Coffee is in the news again with a new report published by the New England Journal of Medicine in May, 2012. This study, run by the National Cancer Institute, tracked the coffee consumption, and general health, of over 400,000 older adults (ages 50 to 71) for almost 14 years. What they found was those who drank 4 or 5 cups of coffee daily had a lower risk of death, than those who drank little or no coffee.


Ever since the development of coffee as a beverage, about 500 years ago, there has been debate as to its benefits versus its dangers. As coffee spread throughout Europe, the Middle East and the Americas, the dangers perceived were cultural, and it has been banned repeatedly for both political and religious reasons. Now we debate its health benefits.


Coffee berries contain the coffee “beans”, and are produced by several species of a small evergreen bush of the genus “Coffea”. One of the most popular beverages in the world, coffee was the world’s seventh-largest (legal) agricultural export by value in 2005. According to the National Coffee Association, about 65% of Americans drink coffee on a daily basis, averaging 3.2 cups daily (I will assume that the figures are roughly accurate for Canadians as well.)


Since controversy is associated with the impact of coffee cultivation on the environment, organic coffee is now an expanding market. Because coffee is traditionally a “third-world cash crop” I strongly advise that one make every effort to buy and drink organic coffee. Such cash crops are commonly loaded with pesticides. Since all the studies referred to in this article were most certainly not organic, I believe any benefits associated with coffee will be much stronger if we are drinking organic coffee.



Now back to the coffee and longevity study. In the initial phase of data analysis it appeared that coffee reduced longevity, until the numbers were adjusted for those who smoked and had other risk factors. Then the numbers indicated that those men who drank one cup per day had a 6% lower risk of death during the course of the study. Those who drank 2 or 3 cups daily had a 10% lower risk of death and those who drank 4 to 5 cups daily had a 12% lower risk. Once men got up to 6 or more cups daily the risk factor ceased to improve and dropped back to a 10% lower risk of death, compared to those who drank no coffee.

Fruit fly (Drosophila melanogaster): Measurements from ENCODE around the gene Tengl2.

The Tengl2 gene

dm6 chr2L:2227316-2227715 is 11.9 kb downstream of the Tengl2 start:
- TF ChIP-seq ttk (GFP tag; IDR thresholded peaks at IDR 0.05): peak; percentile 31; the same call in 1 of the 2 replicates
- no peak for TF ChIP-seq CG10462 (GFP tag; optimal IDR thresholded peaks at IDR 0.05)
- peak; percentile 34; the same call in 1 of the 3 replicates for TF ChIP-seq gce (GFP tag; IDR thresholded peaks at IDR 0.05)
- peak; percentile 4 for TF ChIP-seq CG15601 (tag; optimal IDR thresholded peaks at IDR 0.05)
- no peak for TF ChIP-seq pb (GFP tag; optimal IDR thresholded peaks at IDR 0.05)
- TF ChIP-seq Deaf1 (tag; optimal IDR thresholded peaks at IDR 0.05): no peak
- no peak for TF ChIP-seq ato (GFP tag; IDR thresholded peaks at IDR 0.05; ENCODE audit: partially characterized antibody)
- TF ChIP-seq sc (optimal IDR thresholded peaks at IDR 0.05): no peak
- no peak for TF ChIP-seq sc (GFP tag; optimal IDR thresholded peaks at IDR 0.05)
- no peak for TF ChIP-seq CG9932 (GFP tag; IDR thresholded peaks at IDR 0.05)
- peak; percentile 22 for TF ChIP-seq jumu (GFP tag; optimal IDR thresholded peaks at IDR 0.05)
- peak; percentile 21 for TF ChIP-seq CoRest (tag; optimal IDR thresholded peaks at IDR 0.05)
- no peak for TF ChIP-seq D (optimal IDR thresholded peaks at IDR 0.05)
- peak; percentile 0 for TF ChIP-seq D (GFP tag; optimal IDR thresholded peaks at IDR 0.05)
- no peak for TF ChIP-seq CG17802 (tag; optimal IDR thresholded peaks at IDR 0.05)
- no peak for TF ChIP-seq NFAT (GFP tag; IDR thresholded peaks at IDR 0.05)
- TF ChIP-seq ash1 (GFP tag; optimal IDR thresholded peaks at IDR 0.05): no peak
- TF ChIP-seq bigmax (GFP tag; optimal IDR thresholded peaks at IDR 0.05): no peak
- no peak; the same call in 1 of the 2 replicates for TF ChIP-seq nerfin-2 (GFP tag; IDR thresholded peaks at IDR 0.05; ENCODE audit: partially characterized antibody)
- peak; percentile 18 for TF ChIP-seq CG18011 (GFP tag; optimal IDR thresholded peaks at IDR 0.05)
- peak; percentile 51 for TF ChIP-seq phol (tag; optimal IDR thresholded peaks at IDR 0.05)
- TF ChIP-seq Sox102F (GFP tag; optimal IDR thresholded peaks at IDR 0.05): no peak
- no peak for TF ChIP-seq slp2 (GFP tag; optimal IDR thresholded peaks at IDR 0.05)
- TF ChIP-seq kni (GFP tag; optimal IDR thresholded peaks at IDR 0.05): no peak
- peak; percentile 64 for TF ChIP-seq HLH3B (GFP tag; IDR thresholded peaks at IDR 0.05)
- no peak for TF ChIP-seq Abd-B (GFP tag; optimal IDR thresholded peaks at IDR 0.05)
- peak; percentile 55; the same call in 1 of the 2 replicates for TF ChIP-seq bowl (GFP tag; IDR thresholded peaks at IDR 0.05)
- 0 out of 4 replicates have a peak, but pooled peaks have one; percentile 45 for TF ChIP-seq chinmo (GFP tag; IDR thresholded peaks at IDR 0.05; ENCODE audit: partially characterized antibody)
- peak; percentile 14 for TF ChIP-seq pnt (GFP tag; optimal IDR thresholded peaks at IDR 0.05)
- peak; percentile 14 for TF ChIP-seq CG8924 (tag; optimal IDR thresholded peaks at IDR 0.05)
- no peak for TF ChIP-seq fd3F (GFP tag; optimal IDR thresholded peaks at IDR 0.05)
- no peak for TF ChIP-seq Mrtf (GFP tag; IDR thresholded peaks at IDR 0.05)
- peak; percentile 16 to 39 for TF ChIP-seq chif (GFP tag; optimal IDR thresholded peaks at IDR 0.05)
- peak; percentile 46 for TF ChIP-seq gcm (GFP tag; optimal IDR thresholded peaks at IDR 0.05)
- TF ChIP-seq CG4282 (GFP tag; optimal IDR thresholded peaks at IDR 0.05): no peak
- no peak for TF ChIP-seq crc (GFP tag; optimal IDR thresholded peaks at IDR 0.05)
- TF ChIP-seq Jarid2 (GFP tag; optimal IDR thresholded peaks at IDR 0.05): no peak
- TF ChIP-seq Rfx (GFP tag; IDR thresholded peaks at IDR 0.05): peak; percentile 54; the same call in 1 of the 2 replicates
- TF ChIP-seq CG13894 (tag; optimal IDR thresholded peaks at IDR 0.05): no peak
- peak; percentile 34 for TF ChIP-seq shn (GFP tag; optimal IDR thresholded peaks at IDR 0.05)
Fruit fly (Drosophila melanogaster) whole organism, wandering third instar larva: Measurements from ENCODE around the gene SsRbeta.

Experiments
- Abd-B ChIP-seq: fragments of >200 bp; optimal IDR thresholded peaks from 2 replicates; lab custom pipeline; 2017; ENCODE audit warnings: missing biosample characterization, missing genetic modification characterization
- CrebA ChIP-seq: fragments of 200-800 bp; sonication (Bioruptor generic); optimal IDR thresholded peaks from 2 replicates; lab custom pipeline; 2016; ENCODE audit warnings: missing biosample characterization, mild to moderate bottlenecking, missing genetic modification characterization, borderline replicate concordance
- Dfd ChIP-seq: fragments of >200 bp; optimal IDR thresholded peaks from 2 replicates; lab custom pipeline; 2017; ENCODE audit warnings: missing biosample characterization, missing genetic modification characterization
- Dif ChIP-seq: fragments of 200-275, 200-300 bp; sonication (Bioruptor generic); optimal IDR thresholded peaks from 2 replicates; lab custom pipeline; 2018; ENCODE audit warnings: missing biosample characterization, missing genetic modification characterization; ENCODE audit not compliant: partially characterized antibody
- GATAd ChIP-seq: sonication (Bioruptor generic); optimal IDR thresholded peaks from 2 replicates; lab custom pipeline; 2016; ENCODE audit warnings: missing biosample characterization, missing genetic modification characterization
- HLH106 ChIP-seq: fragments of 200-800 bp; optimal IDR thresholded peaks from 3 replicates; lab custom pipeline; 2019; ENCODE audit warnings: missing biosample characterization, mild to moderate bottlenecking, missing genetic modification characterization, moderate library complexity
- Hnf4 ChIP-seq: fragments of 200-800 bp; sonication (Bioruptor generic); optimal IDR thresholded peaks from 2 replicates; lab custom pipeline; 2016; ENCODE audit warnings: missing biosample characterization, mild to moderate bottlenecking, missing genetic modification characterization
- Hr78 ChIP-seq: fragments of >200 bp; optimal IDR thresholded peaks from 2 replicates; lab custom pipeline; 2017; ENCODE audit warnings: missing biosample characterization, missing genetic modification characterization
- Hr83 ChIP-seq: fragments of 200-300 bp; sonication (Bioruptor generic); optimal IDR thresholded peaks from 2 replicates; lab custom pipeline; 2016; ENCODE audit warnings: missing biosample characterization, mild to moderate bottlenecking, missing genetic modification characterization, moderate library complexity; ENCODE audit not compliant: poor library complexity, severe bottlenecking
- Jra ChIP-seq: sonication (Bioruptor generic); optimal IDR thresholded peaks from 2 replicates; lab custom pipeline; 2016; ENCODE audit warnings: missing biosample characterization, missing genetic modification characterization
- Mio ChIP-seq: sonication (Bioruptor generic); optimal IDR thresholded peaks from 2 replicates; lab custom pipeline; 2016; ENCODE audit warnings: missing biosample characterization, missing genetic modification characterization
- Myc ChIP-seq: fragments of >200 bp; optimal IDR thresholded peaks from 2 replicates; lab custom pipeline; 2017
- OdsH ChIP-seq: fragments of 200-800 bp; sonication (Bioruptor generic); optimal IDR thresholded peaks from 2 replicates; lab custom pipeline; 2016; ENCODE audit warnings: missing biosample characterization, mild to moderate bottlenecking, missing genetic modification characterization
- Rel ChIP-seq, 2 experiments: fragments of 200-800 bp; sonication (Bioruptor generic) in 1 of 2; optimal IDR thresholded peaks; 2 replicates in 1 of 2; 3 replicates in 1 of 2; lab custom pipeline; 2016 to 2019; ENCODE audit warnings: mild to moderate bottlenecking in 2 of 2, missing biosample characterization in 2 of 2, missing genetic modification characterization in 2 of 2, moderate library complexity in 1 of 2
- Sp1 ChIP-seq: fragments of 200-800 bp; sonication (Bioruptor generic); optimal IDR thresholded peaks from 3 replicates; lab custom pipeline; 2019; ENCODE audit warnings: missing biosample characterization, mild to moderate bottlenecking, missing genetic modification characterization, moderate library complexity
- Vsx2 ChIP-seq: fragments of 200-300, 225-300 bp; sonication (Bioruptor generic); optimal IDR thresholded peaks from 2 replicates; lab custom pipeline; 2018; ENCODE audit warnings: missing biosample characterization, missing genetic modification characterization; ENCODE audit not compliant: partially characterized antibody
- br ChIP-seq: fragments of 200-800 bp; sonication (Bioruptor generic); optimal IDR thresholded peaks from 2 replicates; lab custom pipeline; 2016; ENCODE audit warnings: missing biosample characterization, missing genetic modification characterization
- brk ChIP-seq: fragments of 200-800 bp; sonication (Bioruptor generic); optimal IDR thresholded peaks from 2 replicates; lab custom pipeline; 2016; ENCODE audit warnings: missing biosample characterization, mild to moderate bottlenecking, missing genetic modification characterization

The benefits were even better for women. Women who drank one cup per day had a 5% lower chance of dying during the course of the study, compared with women who drank no coffee. Those who drank 2 or 3 cups daily were 13% less likely to die, and those who drank 4 to 5 cups daily were 16% less likely to die. Again, once we got above 6 cups daily the trend reversed and the benefit dropped to a 15% lower mortality rate.


The results of the study were defined as such: “Inverse associations were observed for deaths due to heart disease, respiratory disease, stroke, injuries and accidents, diabetes, and infections, but not for deaths due to cancer. Results were similar in subgroups, including persons who had never smoked and persons who reported very good to excellent health at baseline.”  (Study)



The actual conclusion of this study was as follows: “In this large prospective study, coffee consumption was inversely associated with total and cause-specific mortality. Whether this was a causal or associational finding cannot be determined from our data.” But at least, “the results offer some reassurance that it’s not a risk factor for future disease” said Neal Freedman the leader of the study.


What the study summary is saying is that the authors can’t be sure if the coffee caused good health or if drinking coffee was simply associated with good health. This is better illustrated by considering the similar conclusion of a study showing that wine drinkers were slimmer than beer drinkers. If the relationship was causal then wine makes you slim and beer makes you fat. But if the relationship was associational then it meant that wine drinkers, who are generally from a better educated class, tend to exercise more and have a better diet, and as a result are slimmer. Whereas the beer drinkers, being less well educated, may be feasting on pub food and exercising less, which is really what is making them fatter. But, in this case we do have the antioxidant content of the coffee to support the idea that the relationship is causal.